Deceased May 19, 2011

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In Memory

I remember the first time I saw Tom West. He arrived at the Phi Psi house one spring night driving a 1937 Ford Phaeton. People were waiting. The year before he had received that high honor: underachiever, a man with brilliance to waste. He had spent his year away in Cambridge, Mass., where he worked at the Smithsonian Astrophysical Observatory, played guitar and sang at Club 47. He seemed to trail a wake of precocious experience. Tom was already a legend, and in one way or another, he was a legend throughout his life.

 On graduation he returned to the Smithsonian, where he traveled with a suitcase-sized clock, synchronizing observatories around the world. He married, and he and his wife, Elizabeth “Muffet” Cohon, had two girls, Jessamyn and Kate. The marriage ended in divorce, as did a second marriage.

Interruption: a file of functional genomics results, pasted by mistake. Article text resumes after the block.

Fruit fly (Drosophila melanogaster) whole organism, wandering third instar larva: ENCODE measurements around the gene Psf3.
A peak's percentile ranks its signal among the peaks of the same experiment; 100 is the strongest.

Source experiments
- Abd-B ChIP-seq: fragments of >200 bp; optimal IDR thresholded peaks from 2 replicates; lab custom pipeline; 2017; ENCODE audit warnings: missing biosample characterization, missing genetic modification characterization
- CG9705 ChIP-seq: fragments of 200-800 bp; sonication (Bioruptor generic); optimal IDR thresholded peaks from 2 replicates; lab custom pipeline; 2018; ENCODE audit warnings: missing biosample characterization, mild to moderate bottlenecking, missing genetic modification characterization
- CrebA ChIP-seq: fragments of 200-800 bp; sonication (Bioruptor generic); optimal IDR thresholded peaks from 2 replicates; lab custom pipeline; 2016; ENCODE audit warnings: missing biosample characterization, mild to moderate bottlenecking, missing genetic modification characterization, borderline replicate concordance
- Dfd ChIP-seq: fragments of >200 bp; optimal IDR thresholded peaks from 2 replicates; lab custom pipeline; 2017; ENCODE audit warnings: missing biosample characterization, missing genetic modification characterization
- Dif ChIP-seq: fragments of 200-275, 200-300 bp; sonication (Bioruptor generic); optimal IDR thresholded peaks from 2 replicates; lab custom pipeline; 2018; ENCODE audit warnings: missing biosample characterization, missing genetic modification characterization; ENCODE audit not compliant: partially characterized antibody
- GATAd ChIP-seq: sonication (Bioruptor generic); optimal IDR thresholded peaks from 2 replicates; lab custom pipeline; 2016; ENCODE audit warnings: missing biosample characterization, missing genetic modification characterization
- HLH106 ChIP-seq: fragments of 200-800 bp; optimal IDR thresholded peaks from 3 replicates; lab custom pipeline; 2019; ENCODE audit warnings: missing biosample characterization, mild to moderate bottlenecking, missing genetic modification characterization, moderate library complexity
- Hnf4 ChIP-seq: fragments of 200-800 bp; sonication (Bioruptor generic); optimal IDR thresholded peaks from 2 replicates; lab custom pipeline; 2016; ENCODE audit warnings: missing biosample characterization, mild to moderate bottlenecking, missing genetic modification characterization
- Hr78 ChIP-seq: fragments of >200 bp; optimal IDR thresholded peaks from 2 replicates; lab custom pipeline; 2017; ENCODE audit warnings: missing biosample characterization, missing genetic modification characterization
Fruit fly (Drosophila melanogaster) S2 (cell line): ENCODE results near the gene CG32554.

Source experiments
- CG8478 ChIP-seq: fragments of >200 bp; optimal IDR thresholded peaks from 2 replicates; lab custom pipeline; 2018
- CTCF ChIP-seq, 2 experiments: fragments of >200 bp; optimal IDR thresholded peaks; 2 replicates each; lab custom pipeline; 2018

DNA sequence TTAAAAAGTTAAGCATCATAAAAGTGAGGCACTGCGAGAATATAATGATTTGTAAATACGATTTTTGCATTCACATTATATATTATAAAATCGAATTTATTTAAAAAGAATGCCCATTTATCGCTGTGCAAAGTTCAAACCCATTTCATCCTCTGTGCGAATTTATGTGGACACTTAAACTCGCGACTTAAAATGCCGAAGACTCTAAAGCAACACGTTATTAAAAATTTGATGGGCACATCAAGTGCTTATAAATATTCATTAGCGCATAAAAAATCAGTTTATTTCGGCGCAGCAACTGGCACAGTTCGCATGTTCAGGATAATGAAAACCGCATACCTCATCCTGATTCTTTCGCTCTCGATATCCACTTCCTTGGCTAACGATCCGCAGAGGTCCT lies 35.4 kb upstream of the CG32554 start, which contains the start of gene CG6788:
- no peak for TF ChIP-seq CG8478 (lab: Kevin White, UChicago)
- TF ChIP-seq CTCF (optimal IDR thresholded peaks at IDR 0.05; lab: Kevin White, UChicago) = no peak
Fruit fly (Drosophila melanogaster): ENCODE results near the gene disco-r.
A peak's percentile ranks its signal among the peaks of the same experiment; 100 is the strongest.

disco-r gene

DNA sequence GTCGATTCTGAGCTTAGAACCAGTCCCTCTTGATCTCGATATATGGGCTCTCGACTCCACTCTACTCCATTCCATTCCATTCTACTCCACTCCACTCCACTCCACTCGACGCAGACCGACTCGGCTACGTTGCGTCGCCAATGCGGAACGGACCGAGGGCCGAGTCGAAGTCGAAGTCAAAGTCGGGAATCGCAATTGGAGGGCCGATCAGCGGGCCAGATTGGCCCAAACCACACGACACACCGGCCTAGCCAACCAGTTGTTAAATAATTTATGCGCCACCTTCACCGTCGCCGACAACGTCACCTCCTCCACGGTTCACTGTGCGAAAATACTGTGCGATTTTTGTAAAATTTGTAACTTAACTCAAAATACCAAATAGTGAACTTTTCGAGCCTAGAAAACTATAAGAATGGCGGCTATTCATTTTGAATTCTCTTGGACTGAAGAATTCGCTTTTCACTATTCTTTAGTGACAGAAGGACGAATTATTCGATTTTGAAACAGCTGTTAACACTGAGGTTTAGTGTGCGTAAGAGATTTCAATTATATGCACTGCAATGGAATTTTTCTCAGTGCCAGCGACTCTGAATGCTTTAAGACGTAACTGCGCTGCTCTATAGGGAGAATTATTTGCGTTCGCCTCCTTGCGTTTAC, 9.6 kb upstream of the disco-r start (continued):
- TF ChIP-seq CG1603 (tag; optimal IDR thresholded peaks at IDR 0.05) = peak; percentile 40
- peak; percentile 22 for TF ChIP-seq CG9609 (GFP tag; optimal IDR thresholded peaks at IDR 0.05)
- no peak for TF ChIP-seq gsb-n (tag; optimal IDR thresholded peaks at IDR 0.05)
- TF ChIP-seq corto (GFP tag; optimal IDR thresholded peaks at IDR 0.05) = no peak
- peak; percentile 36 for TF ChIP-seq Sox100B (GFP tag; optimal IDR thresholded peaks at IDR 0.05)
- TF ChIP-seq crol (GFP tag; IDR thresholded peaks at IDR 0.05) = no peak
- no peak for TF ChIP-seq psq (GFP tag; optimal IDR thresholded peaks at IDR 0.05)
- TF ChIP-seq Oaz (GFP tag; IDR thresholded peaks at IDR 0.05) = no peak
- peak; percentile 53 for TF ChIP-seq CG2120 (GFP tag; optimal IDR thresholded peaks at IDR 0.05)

Even at Amherst, Tom was attuned to then nascent science of computers. He joined Data General shortly after the company’s founding. He spent the rest of his working life there, becoming senior vice president for technology. In the 1970s he oversaw the creation of a “mini-computer,” crucial step in the evolution of the machines from a roomful of circuitry to the laptop. This is the project recounted in The Soul of a New Machine, by Tracy Kidder, which spread Tom’s fame beyond the technological world.

Tom was an unending object of fascination for everyone who knew him. He was oracular, contrarian, sometimes cryptic, not always the easiest person to be with, but unfailingly loyal to his friends. I think that to understand Tom you had to realize that he was a lifelong romantic. He had a keener sense than most people of how glorious life was supposed to be. He believed in perfection.

Tom retired to Westport, Mass., to pursue his boyhood passion for sailing. He died there, at home, apparently of a heart attack, on May 19, 2011.

Richard Todd ’62